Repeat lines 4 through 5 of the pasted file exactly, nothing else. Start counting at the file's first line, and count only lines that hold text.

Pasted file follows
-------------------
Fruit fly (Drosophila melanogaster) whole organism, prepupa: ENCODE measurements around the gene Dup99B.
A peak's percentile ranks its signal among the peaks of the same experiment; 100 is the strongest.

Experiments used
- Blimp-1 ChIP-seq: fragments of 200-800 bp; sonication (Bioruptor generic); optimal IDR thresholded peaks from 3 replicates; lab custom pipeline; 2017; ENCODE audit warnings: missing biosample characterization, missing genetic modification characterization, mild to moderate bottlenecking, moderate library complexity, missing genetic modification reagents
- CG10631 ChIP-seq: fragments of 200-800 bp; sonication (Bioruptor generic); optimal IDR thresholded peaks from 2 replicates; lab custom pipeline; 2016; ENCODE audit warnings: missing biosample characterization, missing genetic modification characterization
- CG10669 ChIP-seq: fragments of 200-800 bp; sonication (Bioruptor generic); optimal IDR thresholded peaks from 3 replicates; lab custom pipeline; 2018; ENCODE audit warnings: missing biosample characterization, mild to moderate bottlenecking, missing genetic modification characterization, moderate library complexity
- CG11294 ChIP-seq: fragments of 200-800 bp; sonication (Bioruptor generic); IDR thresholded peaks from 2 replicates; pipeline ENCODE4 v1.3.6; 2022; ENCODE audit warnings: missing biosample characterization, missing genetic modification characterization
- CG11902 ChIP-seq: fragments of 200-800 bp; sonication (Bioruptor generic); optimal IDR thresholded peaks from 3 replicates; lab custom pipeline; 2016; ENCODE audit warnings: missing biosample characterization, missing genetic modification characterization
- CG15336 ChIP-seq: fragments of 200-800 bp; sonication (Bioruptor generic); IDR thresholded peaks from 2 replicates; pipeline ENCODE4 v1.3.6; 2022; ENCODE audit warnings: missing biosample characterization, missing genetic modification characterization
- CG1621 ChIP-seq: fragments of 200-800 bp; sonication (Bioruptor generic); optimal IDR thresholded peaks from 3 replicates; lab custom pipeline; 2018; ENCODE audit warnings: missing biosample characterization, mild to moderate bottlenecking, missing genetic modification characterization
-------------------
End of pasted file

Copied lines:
- Blimp-1 ChIP-seq: fragments of 200-800 bp; sonication (Bioruptor generic); optimal IDR thresholded peaks from 3 replicates; lab custom pipeline; 2017; ENCODE audit warnings: missing biosample characterization, missing genetic modification characterization, mild to moderate bottlenecking, moderate library complexity, missing genetic modification reagents
- CG10631 ChIP-seq: fragments of 200-800 bp; sonication (Bioruptor generic); optimal IDR thresholded peaks from 2 replicates; lab custom pipeline; 2016; ENCODE audit warnings: missing biosample characterization, missing genetic modification characterization